By Ann Leach

Sheila Stevens loves her job as a bus driver for preschoolers with special needs. “It’s the most fabulous job ever,” she said. “Kids are my world, and I have worked in childcare, been a pediatric nurse and have three adult children of my own and a stepson and many grandchildren and great grandkids in the family.” She rides a bike for relaxation and stress management.

And now Stevens is putting her money where her bike pedals are. Well, it’s not just her money but donations from her community of Lamar that are supporting two of Stevens’ passion projects: Stop Soldier Suicide and the Alzheimer’s Association.

“My dad was a Marine veteran from WWII and had many demons that followed him from the war,” Stevens said. “He tried to chase those demons with alcohol, but the alcohol ended up taking his life in a fatal car crash. And my oldest brother also joined the military and returned with demons, too. They both suffered from PTSD without getting any help. I would like to see all soldiers get the help they need to live a life without the nightmares of service to our country constantly haunting them.”

The Stop Soldier Suicide (SSS) group was formed in 2010 by three veterans who decided to help soldiers work through PTSD and mental health issues and manage the move from soldier to civilian.

“I saw an SSS announcement about a biking fundraiser and signed up,” Stevens said. “I learned 22 soldiers a day commit suicide and that was heartbreaking to hear. I did 250 miles of riding in my first week, which was the mile goal of the fundraiser.” Stevens’ granddaughter challenged her to do more and go for 1,000 miles. Stevens did just that.

“Last year, I intended on doing 1,000 miles again but only got to 965, due to getting Covid,” Stevens explained. “But the last day of the ride, I put in 100 miles.” And she’s on track to meet her goal for this year’s ride, too. “I’ve just reached a total of $2,500 in donations from friends and family for all of these rides,” Stevens shared.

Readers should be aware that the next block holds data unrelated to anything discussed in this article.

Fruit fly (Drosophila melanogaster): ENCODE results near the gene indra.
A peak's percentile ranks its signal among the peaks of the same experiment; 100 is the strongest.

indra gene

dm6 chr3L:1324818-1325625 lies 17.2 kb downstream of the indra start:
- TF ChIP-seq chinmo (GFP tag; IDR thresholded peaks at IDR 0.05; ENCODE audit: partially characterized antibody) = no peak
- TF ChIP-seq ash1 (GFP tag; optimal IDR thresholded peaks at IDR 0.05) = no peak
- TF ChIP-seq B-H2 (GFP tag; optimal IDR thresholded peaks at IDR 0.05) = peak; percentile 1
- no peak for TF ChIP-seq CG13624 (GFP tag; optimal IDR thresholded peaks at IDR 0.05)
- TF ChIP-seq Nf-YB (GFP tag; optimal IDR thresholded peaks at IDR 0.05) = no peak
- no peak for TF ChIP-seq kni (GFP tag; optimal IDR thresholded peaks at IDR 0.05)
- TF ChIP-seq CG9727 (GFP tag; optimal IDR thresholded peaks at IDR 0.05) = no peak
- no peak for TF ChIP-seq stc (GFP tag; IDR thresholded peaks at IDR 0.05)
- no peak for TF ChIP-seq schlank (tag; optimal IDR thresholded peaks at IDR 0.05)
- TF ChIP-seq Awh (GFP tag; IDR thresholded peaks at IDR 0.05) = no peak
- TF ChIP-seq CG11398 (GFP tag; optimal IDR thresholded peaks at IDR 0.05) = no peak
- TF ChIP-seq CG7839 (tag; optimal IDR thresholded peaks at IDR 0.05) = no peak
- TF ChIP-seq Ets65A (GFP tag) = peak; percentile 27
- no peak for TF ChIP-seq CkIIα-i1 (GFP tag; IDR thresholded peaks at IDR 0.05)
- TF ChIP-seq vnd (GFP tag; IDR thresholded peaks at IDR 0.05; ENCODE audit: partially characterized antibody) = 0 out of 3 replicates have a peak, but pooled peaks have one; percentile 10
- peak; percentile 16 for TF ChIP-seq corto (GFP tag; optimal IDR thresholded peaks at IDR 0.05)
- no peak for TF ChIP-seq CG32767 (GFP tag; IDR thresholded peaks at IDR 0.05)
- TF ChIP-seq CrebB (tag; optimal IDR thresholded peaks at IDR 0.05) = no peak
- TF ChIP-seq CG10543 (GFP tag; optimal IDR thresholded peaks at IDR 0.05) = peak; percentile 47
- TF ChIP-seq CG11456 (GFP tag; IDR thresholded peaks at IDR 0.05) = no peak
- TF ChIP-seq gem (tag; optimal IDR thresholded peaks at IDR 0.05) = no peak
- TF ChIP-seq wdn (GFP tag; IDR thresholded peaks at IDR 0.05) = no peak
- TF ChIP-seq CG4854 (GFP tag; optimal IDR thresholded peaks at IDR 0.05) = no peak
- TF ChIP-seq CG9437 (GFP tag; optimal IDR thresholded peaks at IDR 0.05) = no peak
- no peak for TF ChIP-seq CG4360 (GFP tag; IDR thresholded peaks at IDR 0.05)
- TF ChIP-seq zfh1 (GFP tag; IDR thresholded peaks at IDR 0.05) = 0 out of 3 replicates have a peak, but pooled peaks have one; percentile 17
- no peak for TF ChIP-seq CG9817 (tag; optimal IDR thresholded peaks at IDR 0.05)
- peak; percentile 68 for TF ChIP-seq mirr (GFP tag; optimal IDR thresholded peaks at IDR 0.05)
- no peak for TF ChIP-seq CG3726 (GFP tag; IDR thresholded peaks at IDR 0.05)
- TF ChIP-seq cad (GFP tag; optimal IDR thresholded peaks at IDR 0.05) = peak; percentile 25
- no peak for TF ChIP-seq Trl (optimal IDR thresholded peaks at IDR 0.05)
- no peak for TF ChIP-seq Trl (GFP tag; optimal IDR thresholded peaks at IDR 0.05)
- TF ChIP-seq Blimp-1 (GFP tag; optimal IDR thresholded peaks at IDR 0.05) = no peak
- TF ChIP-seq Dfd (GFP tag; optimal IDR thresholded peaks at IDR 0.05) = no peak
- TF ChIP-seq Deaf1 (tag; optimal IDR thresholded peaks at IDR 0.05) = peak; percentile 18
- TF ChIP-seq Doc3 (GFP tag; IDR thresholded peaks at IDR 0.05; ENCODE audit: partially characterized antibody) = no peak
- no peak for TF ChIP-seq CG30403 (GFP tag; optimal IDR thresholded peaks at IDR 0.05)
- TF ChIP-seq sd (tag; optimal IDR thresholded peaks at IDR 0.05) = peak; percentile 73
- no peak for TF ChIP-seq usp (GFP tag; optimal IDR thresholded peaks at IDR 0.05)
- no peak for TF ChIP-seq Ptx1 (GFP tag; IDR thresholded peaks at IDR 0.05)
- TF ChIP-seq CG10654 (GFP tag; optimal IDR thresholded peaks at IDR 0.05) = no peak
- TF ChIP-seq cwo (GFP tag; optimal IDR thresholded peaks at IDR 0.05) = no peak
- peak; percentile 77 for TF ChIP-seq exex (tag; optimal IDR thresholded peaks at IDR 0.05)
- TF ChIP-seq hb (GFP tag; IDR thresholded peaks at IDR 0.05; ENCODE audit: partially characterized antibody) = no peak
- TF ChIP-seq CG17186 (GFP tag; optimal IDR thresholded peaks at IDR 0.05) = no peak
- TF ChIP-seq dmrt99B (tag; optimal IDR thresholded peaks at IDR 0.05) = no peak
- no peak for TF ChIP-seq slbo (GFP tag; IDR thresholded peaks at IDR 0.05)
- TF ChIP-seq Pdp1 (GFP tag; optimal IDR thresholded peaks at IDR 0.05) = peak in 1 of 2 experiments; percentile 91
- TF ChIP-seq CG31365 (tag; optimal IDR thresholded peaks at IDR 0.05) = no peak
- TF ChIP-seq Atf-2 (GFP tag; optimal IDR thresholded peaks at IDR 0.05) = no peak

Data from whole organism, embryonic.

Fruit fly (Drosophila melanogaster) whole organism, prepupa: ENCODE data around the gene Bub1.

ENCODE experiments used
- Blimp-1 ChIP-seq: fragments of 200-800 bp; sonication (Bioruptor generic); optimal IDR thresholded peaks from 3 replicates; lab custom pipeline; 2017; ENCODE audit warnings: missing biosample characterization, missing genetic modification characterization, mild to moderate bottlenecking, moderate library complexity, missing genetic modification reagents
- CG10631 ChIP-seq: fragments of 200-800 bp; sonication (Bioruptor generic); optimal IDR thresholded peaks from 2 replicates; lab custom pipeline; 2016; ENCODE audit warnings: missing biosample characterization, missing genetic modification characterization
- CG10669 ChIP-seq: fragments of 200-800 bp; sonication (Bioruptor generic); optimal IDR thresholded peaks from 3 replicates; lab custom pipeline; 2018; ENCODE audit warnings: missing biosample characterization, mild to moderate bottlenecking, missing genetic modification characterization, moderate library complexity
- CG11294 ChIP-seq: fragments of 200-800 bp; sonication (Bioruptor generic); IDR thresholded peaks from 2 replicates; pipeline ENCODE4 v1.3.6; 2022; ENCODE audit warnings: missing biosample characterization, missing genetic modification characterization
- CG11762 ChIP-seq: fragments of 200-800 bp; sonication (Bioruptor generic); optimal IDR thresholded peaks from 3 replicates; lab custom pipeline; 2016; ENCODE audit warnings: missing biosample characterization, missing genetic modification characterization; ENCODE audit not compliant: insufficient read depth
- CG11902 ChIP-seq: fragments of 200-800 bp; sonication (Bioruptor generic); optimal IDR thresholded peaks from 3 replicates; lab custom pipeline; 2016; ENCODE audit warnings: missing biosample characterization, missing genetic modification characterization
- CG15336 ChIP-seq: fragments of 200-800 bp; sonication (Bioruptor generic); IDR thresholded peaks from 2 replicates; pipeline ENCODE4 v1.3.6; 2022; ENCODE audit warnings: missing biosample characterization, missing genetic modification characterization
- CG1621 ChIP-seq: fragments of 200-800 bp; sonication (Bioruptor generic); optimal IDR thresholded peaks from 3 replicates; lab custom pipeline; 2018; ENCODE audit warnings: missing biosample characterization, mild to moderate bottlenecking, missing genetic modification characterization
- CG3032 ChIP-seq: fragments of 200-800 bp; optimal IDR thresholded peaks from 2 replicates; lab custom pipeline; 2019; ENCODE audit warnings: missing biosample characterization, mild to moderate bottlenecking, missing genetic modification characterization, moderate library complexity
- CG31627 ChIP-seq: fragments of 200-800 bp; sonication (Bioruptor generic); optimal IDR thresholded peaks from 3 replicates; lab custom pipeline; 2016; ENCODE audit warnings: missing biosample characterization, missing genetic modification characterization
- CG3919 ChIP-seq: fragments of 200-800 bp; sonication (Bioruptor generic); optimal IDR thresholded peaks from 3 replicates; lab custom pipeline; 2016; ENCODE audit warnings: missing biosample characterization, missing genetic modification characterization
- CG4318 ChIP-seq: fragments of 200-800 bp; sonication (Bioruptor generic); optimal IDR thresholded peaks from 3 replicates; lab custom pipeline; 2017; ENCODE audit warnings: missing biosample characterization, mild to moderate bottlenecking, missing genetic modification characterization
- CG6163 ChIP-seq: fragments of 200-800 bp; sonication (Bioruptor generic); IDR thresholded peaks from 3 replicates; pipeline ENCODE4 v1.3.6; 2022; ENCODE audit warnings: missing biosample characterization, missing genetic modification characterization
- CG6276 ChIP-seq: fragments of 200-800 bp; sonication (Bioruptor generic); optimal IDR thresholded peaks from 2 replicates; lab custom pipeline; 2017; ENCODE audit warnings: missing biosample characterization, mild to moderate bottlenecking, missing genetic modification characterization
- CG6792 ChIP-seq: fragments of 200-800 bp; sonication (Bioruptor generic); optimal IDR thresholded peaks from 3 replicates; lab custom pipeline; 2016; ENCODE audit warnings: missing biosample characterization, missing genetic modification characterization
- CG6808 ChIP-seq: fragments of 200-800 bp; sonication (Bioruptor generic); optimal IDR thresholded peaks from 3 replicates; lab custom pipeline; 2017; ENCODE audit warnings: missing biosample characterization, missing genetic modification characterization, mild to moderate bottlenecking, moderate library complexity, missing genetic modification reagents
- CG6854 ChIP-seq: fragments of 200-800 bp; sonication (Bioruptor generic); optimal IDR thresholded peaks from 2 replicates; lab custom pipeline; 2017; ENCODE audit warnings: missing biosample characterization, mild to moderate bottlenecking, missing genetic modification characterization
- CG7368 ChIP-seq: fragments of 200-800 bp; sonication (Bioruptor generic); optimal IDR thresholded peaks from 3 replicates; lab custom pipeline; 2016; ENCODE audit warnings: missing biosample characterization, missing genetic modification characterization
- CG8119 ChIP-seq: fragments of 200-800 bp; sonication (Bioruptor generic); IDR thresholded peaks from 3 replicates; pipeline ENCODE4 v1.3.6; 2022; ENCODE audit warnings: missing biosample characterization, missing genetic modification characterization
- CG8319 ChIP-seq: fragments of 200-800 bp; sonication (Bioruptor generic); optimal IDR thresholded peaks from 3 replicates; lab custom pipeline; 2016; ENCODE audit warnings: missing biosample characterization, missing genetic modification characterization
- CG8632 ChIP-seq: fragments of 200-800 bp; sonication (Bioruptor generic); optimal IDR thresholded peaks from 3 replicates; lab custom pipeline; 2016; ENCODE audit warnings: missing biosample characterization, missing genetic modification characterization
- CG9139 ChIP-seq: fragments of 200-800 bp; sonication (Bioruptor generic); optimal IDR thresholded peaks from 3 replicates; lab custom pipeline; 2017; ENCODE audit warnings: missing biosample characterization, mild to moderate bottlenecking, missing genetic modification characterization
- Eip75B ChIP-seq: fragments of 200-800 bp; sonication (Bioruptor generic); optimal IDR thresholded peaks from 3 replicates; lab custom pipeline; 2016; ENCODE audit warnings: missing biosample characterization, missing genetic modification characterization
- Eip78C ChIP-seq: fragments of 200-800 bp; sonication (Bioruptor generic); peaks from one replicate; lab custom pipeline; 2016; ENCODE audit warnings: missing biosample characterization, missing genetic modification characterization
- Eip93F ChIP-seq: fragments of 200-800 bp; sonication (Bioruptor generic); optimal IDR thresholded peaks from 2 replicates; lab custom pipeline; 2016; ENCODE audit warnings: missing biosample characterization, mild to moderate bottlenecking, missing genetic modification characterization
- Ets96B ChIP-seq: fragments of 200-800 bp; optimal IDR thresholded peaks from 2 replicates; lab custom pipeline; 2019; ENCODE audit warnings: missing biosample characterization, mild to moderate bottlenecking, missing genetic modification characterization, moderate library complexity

And they continue to support her biking efforts. Stevens is going into August with a total of $2,030 to support the Alzheimer’s Association, thanks to her friends.

“I cared for my mother who had this disease for eight years,” Sheila Stevens said. “It was hard but rewarding to care for this person who gave me life and to hold her hand during her last hours here on Earth. Many on my father’s side all passed from Alzheimer’s, too.”

Once again, Stevens saddled up and put the pedal to the metal by riding for the Dementia Society and completing 150 miles for their 100-mile ride that brought her almost $200 in donations. She did the ride again this year and logged 400 miles that produced $400 for the cause.


“So, I ride, post my progress and wear my awareness T-shirts to bring hope through donations. I appreciate all the support so much.”